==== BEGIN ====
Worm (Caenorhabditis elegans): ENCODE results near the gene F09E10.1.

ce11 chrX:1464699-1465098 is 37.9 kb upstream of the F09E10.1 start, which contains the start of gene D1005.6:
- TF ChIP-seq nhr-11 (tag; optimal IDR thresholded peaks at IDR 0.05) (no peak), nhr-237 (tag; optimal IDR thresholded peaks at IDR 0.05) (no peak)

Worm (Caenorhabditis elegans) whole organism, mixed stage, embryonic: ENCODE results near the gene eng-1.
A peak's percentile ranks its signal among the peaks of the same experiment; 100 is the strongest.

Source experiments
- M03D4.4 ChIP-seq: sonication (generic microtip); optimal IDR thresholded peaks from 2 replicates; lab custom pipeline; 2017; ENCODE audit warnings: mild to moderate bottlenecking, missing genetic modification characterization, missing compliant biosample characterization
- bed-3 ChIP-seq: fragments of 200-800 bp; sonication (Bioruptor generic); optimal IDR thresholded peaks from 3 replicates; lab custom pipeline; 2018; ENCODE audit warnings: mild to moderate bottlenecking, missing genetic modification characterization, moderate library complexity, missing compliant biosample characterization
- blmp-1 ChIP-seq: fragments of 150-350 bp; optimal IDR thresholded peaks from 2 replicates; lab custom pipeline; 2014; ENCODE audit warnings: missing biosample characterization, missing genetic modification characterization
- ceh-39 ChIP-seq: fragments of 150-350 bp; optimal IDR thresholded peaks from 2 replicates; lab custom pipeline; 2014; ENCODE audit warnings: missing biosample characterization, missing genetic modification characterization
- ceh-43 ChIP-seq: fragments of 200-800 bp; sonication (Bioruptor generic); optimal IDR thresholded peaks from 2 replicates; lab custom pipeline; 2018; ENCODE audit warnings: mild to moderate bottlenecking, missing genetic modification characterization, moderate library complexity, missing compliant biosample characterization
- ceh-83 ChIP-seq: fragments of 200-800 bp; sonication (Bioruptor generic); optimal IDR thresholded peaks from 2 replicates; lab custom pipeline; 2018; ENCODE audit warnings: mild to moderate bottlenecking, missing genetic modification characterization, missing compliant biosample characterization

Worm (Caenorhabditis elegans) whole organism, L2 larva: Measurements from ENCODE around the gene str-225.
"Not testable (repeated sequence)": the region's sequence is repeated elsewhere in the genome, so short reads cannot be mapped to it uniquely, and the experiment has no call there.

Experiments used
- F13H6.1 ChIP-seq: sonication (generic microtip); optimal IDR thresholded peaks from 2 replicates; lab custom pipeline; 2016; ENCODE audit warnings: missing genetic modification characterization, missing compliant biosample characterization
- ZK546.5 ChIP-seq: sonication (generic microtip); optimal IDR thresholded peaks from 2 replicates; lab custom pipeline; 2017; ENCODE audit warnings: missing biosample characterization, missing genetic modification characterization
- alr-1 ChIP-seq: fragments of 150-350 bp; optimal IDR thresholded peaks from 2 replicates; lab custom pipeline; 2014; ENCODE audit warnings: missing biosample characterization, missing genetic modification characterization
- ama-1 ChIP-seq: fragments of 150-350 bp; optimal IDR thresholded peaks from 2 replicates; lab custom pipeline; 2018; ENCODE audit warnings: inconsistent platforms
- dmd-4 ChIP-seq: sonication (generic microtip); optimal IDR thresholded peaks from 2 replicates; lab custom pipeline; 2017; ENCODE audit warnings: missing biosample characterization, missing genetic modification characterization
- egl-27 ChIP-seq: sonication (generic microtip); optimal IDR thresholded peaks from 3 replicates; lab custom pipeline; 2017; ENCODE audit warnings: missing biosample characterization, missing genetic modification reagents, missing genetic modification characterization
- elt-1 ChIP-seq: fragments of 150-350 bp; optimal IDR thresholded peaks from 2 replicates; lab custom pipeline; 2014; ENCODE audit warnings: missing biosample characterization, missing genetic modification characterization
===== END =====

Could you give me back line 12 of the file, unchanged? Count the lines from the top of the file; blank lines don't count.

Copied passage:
- ceh-83 ChIP-seq: fragments of 200-800 bp; sonication (Bioruptor generic); optimal IDR thresholded peaks from 2 replicates; lab custom pipeline; 2018; ENCODE audit warnings: mild to moderate bottlenecking, missing genetic modification characterization, missing compliant biosample characterization